* Blue Sky withdraws guidance, says to review business model
* U.S. short-seller Glaucus publicly attacked Blue Sky in March
* Blue Sky Shares hit 4-year low, down 78 pct since Glaucus report (Recasts, adds background on Glaucus, Blue Sky statement quotes and stockbroker comment)
By Tom Westbrook
SYDNEY, May 7 (Reuters) - Australia’s Blue Sky Alternative Investments scrapped its profit outlook on Monday and said its chairman would step down, as it looks to regain shareholders’ trust amid damaging allegations by a U.S.-based shortseller.
Shares of the asset manager cratered nearly 20 percent to a 4-year low on Monday, extending last month’s 70 percent plunge that followed claims by Califoria’s Glaucus Research Group that Blue Sky had overstated its size, exaggerated its performance and over-valued assets.
Blue Sky has said the claims are incorrect and misleading, but the slide in its shares - that has knocked A$692 million ($520 million) off its market capitalisation - has triggered debate about the value of activist short-selling in Australia’s relatively sedate market.
“Blue Sky underestimated the impact that shareholder activism could have on the business as a whole, inclusive of its shareholders, fund investors and staff,” the company said.
“An immediate priority is to rebuild trust with stakeholders by making significant changes to the business and management model,” the company added, as it pulled its 2018 profit view, having issued the guidance only three weeks ago.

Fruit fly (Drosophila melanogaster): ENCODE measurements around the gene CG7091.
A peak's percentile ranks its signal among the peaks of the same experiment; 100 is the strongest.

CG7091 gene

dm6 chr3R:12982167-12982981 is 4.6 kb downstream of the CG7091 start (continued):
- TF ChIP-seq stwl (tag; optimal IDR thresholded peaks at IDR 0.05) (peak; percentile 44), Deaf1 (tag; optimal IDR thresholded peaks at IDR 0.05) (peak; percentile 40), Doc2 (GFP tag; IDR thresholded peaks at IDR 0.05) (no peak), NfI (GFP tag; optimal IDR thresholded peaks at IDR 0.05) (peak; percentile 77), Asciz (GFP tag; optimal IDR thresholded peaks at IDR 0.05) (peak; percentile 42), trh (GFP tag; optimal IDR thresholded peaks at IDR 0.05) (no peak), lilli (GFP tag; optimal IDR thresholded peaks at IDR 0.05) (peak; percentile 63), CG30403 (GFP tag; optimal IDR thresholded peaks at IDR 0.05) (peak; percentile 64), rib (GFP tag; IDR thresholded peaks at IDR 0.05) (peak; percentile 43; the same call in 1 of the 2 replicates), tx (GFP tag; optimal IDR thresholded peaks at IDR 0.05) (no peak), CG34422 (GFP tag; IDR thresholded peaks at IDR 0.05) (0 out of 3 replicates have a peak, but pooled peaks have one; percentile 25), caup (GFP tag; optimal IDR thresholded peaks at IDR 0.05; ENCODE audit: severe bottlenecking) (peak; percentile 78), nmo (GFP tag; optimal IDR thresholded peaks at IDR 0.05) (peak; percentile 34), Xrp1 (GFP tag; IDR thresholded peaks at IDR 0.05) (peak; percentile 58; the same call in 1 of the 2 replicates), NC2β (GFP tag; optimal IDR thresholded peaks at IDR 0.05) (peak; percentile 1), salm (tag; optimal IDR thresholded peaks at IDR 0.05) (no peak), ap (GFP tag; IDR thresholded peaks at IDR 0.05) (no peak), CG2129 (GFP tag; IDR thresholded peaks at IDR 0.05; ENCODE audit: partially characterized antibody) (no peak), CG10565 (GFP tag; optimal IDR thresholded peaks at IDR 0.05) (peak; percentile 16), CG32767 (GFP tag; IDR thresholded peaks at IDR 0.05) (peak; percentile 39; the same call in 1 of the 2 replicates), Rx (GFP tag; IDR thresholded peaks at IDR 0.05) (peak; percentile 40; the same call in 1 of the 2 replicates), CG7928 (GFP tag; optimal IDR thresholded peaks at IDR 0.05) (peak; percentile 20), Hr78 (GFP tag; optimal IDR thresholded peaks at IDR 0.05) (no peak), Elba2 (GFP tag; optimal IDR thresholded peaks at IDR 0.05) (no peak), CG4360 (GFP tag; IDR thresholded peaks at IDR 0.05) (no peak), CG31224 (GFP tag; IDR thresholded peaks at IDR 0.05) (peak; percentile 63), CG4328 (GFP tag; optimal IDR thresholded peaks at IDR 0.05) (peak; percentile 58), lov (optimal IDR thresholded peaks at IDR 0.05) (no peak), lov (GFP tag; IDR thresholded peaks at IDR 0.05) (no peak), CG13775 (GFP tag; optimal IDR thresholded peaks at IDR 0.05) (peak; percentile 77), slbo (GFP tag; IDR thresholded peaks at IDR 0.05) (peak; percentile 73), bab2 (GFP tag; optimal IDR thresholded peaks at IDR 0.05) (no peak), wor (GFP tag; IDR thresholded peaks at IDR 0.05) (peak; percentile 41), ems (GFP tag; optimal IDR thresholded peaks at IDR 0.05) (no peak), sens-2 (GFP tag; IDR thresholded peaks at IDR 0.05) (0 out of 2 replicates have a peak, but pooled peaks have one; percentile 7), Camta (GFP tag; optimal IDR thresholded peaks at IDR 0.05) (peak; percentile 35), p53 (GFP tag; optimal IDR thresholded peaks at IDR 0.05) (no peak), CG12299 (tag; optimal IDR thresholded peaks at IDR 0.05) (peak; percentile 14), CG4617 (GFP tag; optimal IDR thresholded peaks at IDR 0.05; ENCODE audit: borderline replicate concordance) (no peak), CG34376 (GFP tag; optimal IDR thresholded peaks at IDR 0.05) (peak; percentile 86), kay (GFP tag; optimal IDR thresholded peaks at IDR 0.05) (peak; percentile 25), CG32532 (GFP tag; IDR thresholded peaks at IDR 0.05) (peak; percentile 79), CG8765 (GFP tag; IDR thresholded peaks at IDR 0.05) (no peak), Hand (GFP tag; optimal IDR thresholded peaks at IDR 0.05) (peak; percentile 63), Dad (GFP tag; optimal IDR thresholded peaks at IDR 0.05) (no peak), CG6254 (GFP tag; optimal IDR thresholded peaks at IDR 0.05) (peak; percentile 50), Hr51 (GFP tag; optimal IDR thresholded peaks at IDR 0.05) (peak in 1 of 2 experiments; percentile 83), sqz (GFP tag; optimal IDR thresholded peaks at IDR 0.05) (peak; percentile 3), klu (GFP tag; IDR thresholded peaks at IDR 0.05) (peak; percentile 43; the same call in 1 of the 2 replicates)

Blue Sky also withdrew projections for fee-earning assets under management for 2018 and 2019 - figures Glaucus had said were inflated. It said every business unit was under review, while announcing Chairman John Kain’s departure and cost cuts.
“That’s very unusual, perhaps Glaucus are right,” said Michael McCarthy, Chief Markets Strategist at stockbroker CMC Markets. “If that does prove to be the case then you’d have to suggest that overall they’ve done that market a favour.”
Aggressive shorting is relatively new in Australia, but it is here to stay, McCarthy added.
Blue Sky is the second firm to be targeted by Glaucus in Australia, after sandalwood company Quintis.
Quintis had been reeling since March 2017 when the U.S.-based activist short-seller published a highly negative report, describing shares in the company as worthless. It called in administrators in January.
Glaucus still has a short position in Blue Sky, a local paper, The Australian, quoted the head of research at Glaucus, Soren Aandahl, as saying on Monday.
The U.S. short seller did not immediately respond to a request for comment from Reuters.
Blue Sky has mostly struggled to fend off Glaucus’ attacks, with its trading updates lacking the kind of hard financial information needed to restore investors’ confidence.
The company’s managing director, Robert Shand, resigned last month and two other directors stepped down from the board.
Kain will step down as Blue Sky’s chairman once a successor is appointed, which the company aims to achieve before its annual general meeting scheduled for Oct. 15
Blue Sky stock closed down 8 percent at a four-year low of A$2.50 on Monday, dropping below Glaucus’ valuation of A$2.66. The broader market rose 0.4 percent. ($1 = 1.3319 Australian dollars) (Reporting by Tom Westbrook in SYDNEY. Additional reporting by Aaron Saldanha in Bengaluru; Editing by Edwina Gibbs and Himani Sarkar)